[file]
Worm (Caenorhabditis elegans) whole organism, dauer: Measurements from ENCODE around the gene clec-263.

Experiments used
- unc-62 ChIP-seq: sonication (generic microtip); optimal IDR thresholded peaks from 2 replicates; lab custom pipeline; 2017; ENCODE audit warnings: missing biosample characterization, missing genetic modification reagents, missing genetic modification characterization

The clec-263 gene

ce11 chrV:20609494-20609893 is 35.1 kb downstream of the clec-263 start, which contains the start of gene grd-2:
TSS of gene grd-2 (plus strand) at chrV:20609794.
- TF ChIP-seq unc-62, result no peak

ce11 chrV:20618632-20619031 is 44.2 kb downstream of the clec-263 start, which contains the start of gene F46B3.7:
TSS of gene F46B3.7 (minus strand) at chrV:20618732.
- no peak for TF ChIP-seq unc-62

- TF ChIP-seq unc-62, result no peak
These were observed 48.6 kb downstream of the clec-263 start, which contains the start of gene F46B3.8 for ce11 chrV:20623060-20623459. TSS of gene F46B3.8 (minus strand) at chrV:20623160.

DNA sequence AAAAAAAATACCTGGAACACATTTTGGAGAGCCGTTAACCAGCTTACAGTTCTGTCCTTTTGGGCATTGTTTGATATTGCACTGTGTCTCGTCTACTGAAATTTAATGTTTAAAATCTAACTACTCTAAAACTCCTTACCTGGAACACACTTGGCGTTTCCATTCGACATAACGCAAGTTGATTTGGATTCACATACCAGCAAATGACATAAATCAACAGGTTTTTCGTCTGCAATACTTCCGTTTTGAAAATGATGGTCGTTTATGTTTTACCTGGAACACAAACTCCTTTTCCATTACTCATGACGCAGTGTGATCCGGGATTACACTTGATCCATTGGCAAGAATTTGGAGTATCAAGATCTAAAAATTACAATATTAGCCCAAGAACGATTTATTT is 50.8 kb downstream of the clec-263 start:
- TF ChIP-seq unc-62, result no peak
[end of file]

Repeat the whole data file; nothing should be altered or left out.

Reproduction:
Worm (Caenorhabditis elegans) whole organism, dauer: Measurements from ENCODE around the gene clec-263.

Experiments used
- unc-62 ChIP-seq: sonication (generic microtip); optimal IDR thresholded peaks from 2 replicates; lab custom pipeline; 2017; ENCODE audit warnings: missing biosample characterization, missing genetic modification reagents, missing genetic modification characterization

The clec-263 gene

ce11 chrV:20609494-20609893 is 35.1 kb downstream of the clec-263 start, which contains the start of gene grd-2:
TSS of gene grd-2 (plus strand) at chrV:20609794.
- TF ChIP-seq unc-62, result no peak

ce11 chrV:20618632-20619031 is 44.2 kb downstream of the clec-263 start, which contains the start of gene F46B3.7:
TSS of gene F46B3.7 (minus strand) at chrV:20618732.
- no peak for TF ChIP-seq unc-62

- TF ChIP-seq unc-62, result no peak
These were observed 48.6 kb downstream of the clec-263 start, which contains the start of gene F46B3.8 for ce11 chrV:20623060-20623459. TSS of gene F46B3.8 (minus strand) at chrV:20623160.

DNA sequence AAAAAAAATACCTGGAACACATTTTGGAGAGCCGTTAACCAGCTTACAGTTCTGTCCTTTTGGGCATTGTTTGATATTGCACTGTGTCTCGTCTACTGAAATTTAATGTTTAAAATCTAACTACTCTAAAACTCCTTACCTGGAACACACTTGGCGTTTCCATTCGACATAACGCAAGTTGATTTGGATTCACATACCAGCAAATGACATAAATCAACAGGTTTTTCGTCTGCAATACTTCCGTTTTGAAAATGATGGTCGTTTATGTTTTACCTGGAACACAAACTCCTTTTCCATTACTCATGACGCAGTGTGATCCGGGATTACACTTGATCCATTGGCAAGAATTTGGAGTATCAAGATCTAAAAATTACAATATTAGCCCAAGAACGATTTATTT is 50.8 kb downstream of the clec-263 start:
- TF ChIP-seq unc-62, result no peak